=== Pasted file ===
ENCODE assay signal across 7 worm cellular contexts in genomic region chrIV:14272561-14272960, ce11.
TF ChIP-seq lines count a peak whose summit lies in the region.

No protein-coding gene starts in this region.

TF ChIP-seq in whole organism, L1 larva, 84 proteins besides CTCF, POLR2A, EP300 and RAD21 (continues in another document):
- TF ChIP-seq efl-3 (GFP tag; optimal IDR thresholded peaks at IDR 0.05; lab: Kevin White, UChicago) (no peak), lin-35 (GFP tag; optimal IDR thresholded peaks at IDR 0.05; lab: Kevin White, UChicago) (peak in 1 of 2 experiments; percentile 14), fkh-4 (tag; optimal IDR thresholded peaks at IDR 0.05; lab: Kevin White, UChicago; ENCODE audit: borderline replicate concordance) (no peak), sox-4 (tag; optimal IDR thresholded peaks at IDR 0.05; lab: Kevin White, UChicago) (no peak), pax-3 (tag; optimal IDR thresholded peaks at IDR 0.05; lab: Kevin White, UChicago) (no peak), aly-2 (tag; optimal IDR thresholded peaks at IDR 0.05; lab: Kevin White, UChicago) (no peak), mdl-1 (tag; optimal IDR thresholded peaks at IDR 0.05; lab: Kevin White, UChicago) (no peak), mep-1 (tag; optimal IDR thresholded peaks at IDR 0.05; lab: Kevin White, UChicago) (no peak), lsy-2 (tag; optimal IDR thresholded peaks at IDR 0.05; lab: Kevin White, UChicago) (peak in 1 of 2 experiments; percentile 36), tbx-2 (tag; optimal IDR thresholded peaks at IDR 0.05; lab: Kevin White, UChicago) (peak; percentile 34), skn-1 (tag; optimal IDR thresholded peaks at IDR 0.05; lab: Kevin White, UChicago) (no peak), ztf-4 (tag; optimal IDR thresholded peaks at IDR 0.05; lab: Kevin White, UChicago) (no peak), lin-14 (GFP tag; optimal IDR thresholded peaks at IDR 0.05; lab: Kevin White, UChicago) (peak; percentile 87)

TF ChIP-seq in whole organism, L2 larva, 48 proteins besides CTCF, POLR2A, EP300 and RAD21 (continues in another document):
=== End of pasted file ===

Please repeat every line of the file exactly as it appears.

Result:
ENCODE assay signal across 7 worm cellular contexts in genomic region chrIV:14272561-14272960, ce11.
TF ChIP-seq lines count a peak whose summit lies in the region.

No protein-coding gene starts in this region.

TF ChIP-seq in whole organism, L1 larva, 84 proteins besides CTCF, POLR2A, EP300 and RAD21 (continues in another document):
- TF ChIP-seq efl-3 (GFP tag; optimal IDR thresholded peaks at IDR 0.05; lab: Kevin White, UChicago) (no peak), lin-35 (GFP tag; optimal IDR thresholded peaks at IDR 0.05; lab: Kevin White, UChicago) (peak in 1 of 2 experiments; percentile 14), fkh-4 (tag; optimal IDR thresholded peaks at IDR 0.05; lab: Kevin White, UChicago; ENCODE audit: borderline replicate concordance) (no peak), sox-4 (tag; optimal IDR thresholded peaks at IDR 0.05; lab: Kevin White, UChicago) (no peak), pax-3 (tag; optimal IDR thresholded peaks at IDR 0.05; lab: Kevin White, UChicago) (no peak), aly-2 (tag; optimal IDR thresholded peaks at IDR 0.05; lab: Kevin White, UChicago) (no peak), mdl-1 (tag; optimal IDR thresholded peaks at IDR 0.05; lab: Kevin White, UChicago) (no peak), mep-1 (tag; optimal IDR thresholded peaks at IDR 0.05; lab: Kevin White, UChicago) (no peak), lsy-2 (tag; optimal IDR thresholded peaks at IDR 0.05; lab: Kevin White, UChicago) (peak in 1 of 2 experiments; percentile 36), tbx-2 (tag; optimal IDR thresholded peaks at IDR 0.05; lab: Kevin White, UChicago) (peak; percentile 34), skn-1 (tag; optimal IDR thresholded peaks at IDR 0.05; lab: Kevin White, UChicago) (no peak), ztf-4 (tag; optimal IDR thresholded peaks at IDR 0.05; lab: Kevin White, UChicago) (no peak), lin-14 (GFP tag; optimal IDR thresholded peaks at IDR 0.05; lab: Kevin White, UChicago) (peak; percentile 87)

TF ChIP-seq in whole organism, L2 larva, 48 proteins besides CTCF, POLR2A, EP300 and RAD21 (continues in another document):